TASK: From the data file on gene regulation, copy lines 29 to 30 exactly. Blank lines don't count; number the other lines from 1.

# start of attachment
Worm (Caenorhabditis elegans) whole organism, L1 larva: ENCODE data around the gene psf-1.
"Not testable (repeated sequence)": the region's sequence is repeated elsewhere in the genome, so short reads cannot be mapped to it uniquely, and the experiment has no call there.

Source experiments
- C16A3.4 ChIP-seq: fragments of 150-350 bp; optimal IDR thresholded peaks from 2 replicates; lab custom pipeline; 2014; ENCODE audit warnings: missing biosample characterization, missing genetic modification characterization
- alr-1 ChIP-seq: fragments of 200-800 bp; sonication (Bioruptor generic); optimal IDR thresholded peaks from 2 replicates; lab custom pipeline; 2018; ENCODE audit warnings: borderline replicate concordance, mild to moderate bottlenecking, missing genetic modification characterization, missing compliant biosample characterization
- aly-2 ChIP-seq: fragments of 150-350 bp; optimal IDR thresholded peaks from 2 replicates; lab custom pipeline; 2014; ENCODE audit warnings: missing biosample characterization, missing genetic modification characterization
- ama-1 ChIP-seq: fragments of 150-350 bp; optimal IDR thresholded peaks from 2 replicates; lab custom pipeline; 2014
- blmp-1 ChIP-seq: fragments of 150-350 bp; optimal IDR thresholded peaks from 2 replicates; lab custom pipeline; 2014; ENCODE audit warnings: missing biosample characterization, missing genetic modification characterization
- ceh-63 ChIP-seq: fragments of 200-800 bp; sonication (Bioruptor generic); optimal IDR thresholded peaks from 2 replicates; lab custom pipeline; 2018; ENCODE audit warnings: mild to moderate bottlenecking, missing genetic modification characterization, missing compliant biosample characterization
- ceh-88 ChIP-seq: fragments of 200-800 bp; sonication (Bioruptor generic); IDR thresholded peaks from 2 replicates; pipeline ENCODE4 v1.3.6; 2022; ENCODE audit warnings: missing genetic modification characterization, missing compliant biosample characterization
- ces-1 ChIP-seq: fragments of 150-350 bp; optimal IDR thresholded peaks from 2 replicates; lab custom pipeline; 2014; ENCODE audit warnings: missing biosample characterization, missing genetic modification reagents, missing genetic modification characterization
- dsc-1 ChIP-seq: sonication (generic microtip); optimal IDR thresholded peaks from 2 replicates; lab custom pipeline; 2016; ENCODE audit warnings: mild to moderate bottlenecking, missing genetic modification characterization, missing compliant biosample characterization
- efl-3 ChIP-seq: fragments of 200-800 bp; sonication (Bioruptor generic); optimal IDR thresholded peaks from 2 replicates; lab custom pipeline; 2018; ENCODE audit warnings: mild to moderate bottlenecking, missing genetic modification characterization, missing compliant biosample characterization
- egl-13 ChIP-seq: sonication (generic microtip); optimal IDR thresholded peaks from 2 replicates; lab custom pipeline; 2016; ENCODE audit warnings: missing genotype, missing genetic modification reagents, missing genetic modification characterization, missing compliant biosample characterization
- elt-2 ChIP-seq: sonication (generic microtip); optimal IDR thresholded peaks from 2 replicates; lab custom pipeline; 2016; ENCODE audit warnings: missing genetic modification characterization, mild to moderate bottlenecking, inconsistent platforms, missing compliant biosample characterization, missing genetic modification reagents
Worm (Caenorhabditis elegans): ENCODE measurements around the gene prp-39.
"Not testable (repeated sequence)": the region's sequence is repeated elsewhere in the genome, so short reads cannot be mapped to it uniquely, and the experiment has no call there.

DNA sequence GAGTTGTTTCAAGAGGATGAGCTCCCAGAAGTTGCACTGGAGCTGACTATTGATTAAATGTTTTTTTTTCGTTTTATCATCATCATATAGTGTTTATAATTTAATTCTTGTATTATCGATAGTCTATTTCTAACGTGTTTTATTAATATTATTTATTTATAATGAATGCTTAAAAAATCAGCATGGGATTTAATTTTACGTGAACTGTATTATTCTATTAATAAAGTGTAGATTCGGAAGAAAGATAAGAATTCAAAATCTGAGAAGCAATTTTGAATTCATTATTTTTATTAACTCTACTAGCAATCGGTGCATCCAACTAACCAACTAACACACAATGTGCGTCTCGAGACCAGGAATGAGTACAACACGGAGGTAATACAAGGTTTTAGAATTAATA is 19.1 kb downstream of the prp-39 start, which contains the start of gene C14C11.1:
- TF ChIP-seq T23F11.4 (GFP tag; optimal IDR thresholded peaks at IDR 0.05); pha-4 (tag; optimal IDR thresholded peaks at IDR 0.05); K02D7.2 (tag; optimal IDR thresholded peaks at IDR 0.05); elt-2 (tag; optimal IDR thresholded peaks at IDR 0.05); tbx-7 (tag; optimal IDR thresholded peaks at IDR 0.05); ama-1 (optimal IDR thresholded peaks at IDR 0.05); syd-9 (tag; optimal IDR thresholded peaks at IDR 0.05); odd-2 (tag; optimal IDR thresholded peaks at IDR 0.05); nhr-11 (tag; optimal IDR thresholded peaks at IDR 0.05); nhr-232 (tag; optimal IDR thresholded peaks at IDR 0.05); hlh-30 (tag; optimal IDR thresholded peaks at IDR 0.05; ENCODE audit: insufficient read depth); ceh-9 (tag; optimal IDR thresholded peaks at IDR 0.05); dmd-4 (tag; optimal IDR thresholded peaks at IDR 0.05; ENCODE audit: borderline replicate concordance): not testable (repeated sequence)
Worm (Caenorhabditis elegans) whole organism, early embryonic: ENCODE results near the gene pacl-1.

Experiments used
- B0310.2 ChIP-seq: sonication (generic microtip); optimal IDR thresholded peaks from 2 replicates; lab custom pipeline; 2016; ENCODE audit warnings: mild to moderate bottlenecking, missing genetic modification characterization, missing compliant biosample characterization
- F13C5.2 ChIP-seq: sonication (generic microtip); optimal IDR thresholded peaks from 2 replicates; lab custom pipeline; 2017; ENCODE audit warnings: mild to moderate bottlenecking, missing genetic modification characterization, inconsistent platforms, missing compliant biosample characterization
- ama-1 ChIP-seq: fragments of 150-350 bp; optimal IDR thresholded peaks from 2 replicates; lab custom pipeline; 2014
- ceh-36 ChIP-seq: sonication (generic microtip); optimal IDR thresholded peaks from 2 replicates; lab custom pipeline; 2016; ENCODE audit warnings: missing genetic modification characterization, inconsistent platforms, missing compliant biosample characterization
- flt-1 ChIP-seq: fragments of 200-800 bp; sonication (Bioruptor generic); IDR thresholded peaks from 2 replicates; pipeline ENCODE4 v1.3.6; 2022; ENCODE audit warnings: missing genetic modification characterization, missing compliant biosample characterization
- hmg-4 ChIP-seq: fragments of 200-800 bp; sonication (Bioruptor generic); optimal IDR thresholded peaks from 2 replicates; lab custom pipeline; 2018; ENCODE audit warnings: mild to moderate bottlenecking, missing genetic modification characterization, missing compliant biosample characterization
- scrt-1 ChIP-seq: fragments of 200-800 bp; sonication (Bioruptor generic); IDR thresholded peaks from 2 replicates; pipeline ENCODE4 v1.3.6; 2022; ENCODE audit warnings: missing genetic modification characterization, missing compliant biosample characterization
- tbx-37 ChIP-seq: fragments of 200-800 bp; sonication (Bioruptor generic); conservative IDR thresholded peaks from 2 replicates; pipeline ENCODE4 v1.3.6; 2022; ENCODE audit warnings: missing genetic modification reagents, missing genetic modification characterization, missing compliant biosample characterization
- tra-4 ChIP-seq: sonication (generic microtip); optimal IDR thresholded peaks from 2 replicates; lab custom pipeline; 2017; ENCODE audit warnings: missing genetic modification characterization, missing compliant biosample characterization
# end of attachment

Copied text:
- tbx-37 ChIP-seq: fragments of 200-800 bp; sonication (Bioruptor generic); conservative IDR thresholded peaks from 2 replicates; pipeline ENCODE4 v1.3.6; 2022; ENCODE audit warnings: missing genetic modification reagents, missing genetic modification characterization, missing compliant biosample characterization
- tra-4 ChIP-seq: sonication (generic microtip); optimal IDR thresholded peaks from 2 replicates; lab custom pipeline; 2017; ENCODE audit warnings: missing genetic modification characterization, missing compliant biosample characterization